United States President Donald Trump expressed qualms today about extending the current 15-day shutdown recommended by the federal Government, even as his officials warned that the coronavirus crisis is deepening
Congress ran into more roadblocks trying to complete a nearly US$2 trillion ($3.5t) economic rescue package.
At the Capitol, tempers flared and emotions were raw as senators wrangled over critically needed aid.
Democrats blocked another vote to advance the package, trying to steer more of the assistance to public health and workers. They argue the package is tilted towards corporations.
Trump sounded a note of impatience about the two weeks of suspended public activities his Administration recommended Americans live through starting a week ago.
• Coronavirus: Four Auckland schools linked to Covid-19 in one day
• Coronavirus: What Covid-19 alert levels 3 and 4 mean for you and your family
• Covid 19 coronavirus: Shoppers swarm supermarkets, alcohol stores before lockdown
• Covid-19 coronavirus: What will alert level 4 mean for New Zealand?
In all capital letters, he tweeted: "We cannot let the cure be worse than the problem itself. At the end of the 15-day period, we will make a decision as to which way we want to go."
His suggestion that the remedies may be more harmful than the outbreak contradicts the advice of medical experts across the country.
House Speaker Nancy Pelosi assailed Trump's apparent wavering on the federal response and statements he's made about the pandemic that some of his public-health officials have had to walk back.
"He's a notion-monger, just tossing out things that have no relationship to a well coordinated, science-based, government-wide response to this," she said on a health-care conference call.
"Thank God for the governors who are taking the lead in their state. Thank God for some of the people in the administration who speak truth to power."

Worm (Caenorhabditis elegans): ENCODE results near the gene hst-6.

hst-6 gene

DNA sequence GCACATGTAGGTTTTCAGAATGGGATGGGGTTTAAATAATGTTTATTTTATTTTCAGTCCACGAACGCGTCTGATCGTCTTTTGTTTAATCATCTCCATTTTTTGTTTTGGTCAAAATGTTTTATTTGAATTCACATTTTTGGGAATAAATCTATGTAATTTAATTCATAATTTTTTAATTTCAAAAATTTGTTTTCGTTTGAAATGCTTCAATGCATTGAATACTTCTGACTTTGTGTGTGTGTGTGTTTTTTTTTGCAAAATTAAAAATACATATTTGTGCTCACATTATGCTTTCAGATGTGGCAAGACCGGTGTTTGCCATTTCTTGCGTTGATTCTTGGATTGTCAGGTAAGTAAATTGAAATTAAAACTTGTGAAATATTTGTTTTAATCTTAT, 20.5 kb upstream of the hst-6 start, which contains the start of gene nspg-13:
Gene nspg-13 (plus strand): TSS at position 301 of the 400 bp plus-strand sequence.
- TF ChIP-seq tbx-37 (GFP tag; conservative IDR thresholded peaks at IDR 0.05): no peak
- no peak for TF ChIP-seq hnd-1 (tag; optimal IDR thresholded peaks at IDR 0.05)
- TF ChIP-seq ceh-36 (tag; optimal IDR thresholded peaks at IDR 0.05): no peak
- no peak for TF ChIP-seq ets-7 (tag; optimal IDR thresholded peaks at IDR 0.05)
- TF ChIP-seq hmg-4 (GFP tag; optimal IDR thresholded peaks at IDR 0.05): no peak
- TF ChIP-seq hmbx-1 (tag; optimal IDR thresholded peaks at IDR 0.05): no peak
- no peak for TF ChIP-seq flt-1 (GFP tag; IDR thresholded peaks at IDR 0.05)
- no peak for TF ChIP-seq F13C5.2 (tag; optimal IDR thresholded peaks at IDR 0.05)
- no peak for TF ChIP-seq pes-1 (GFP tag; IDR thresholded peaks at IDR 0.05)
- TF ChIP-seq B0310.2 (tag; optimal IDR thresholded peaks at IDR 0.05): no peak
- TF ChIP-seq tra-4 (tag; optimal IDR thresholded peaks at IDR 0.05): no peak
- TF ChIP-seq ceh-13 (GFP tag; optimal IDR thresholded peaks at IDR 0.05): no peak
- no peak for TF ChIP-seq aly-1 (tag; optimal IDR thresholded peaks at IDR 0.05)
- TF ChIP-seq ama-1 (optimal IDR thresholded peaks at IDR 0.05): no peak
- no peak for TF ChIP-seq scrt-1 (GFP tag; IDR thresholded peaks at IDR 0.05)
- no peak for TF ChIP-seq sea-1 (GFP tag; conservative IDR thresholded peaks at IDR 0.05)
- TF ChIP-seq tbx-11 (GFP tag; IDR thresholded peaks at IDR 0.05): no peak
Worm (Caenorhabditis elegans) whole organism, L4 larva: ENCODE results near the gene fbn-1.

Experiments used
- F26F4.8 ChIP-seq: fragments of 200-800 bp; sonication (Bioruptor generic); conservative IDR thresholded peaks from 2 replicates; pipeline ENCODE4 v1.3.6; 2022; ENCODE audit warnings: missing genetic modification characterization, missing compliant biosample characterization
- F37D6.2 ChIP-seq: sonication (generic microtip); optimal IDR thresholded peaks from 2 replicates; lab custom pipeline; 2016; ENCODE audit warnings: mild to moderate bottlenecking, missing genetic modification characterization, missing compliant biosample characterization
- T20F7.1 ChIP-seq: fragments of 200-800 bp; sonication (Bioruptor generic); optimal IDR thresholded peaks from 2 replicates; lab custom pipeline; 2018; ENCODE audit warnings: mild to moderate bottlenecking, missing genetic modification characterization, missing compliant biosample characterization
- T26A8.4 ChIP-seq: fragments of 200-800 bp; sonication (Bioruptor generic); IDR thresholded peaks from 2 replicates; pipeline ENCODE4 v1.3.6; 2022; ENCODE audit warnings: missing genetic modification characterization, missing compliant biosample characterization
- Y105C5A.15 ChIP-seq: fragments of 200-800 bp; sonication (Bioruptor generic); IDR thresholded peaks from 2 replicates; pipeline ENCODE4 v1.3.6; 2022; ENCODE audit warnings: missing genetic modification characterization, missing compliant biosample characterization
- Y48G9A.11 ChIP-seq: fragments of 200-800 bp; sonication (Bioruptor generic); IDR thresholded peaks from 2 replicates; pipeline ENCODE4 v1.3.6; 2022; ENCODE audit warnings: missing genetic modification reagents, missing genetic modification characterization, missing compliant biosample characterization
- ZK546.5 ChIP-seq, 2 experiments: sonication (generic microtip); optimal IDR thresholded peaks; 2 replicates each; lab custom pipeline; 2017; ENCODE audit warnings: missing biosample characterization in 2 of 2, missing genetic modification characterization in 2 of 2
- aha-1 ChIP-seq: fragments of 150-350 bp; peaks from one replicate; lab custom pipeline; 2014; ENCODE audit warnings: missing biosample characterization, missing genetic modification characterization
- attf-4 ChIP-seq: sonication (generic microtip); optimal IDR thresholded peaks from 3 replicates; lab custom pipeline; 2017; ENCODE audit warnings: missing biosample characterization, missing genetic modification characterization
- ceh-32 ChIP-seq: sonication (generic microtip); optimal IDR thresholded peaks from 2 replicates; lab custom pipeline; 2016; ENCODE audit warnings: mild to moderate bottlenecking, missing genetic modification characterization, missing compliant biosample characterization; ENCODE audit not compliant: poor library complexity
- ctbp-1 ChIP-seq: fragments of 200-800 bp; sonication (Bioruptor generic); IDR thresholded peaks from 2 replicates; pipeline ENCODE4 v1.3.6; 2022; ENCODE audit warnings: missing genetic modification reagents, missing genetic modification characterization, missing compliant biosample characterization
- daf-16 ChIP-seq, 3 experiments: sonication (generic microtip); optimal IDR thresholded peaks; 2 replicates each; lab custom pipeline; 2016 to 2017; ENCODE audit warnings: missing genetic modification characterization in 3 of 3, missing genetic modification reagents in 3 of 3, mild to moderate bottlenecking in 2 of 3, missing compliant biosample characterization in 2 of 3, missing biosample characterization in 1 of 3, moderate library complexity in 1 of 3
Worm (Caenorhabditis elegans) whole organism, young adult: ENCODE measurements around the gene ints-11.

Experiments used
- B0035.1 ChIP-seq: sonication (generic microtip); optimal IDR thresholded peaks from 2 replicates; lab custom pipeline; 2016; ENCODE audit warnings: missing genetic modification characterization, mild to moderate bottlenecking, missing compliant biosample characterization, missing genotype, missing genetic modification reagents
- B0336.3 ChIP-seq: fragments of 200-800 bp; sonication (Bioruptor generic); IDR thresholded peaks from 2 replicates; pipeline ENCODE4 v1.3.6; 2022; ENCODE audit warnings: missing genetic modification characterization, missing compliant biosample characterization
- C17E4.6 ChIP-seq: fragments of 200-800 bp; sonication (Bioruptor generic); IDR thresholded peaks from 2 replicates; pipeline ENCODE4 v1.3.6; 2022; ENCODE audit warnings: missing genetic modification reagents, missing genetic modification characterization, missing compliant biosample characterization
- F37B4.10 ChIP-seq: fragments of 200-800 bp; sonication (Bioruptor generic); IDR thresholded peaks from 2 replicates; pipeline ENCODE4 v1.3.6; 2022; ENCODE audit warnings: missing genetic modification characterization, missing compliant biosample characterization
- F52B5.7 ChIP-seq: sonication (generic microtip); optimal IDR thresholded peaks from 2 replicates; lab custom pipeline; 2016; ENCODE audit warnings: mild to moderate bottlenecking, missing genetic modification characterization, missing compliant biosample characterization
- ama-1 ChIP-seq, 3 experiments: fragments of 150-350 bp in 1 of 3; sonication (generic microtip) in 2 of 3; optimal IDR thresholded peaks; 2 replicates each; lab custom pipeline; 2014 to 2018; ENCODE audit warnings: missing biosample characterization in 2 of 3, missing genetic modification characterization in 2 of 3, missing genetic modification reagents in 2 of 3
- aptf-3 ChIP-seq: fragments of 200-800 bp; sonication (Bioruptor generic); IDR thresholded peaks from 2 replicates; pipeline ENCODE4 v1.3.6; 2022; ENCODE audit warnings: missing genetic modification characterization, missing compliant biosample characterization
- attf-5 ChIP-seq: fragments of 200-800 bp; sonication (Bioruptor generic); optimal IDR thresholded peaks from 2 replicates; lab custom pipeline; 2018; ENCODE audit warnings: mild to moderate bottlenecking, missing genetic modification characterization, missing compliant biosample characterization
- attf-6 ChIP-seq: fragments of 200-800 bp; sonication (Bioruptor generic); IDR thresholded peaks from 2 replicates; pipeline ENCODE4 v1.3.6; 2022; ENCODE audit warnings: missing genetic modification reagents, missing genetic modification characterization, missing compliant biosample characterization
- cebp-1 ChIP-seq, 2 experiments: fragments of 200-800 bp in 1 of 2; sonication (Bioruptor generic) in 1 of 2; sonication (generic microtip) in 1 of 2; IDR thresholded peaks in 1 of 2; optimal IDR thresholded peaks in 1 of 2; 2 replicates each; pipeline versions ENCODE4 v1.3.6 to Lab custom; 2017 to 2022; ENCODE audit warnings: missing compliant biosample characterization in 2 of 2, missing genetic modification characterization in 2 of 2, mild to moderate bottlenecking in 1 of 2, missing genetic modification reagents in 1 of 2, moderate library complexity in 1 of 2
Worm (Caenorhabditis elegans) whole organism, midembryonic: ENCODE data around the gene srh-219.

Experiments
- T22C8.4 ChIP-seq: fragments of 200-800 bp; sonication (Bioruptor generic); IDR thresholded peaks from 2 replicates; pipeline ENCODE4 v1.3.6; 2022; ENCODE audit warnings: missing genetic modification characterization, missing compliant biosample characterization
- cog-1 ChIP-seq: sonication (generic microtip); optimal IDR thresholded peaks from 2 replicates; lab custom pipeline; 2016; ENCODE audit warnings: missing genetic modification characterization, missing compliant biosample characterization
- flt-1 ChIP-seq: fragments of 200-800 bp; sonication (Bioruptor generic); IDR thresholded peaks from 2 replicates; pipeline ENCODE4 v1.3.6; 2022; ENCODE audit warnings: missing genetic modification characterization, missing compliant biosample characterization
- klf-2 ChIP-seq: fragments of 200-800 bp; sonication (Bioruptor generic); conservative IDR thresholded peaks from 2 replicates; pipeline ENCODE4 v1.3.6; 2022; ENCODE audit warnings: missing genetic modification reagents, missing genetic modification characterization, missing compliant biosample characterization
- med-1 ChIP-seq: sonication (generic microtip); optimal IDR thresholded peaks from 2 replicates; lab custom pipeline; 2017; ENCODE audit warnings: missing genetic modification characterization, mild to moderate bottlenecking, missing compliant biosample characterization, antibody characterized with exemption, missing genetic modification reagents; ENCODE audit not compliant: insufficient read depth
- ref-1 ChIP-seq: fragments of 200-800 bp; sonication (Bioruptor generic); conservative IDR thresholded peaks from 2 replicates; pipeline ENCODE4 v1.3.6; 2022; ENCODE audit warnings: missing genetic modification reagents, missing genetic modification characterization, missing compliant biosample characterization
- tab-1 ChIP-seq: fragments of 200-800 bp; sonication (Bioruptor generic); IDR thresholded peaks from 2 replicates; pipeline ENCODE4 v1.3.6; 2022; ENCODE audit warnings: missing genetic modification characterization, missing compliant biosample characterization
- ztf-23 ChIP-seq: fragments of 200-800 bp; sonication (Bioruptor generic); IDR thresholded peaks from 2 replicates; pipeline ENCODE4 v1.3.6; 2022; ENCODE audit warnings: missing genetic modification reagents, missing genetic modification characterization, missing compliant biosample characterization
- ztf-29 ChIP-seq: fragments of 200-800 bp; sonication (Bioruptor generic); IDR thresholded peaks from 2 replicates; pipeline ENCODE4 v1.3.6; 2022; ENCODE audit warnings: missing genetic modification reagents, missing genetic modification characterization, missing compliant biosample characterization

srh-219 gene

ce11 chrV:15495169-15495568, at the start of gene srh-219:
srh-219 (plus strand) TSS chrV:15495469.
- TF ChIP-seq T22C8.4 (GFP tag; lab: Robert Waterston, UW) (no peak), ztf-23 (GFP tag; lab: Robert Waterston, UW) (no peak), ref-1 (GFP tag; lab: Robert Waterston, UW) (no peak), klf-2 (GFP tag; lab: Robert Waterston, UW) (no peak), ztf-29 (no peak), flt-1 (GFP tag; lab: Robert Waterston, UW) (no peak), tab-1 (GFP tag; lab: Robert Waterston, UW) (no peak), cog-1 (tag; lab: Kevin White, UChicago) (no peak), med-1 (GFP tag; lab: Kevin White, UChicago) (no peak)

A week ago, the White House came out with a "15 Days to Stop the Spread" plan that encouraged Americans to work from home and avoid bars, restaurants and discretionary travel, as well as groups of more than 10 people. It also told older Americans and those with serious underlying health conditions that they should stay home and away from other people.
Since then, states that have become hot spots for the virus have implemented even more radical measures, which the White House has applauded.
Yet yesterday, Vice-President Mike Pence said the country should expect new federal guidance "which will make it possible for people that have been exposed to return to work more quickly with - by wearing a mask for a certain period of time."
Today, Treasury Secretary Steven Mnuchin was back on Capitol Hill after officials worked through the night on the massive economic rescue plan.
"We're making a lot of progress," Mnuchin said as he shuttled through the halls.
The top Senate Democrat, Chuck Schumer of New York, said: "We're very close to reaching a deal."
Yet, another attempt to move the package forward snagged.
At the Capitol, the virus has struck close. Republican Senator Rand Paul of Kentucky, who announced he tested positive for coronavirus, is now among five senators under self-quarantine.
Several other lawmakers have cycled in and out of isolation. And the husband of Senator Amy Klobuchar, is in a hospital with pneumonia after testing positive, she said today.
Democrats are holding out as they arguing the package is tilted towards corporations and did too little to help workers and healthcare providers.
Schumer said earlier the bill would "affect this country and the lives of Americans, not just for the next few days, but in the next few months and years — so we have to make sure it is good."
As talks progressed, Pelosi came out with the House Democrats' own sweeping bill, urging Senate negotiators "to move closer to the values" in it. "We must be bold and forward looking," she said.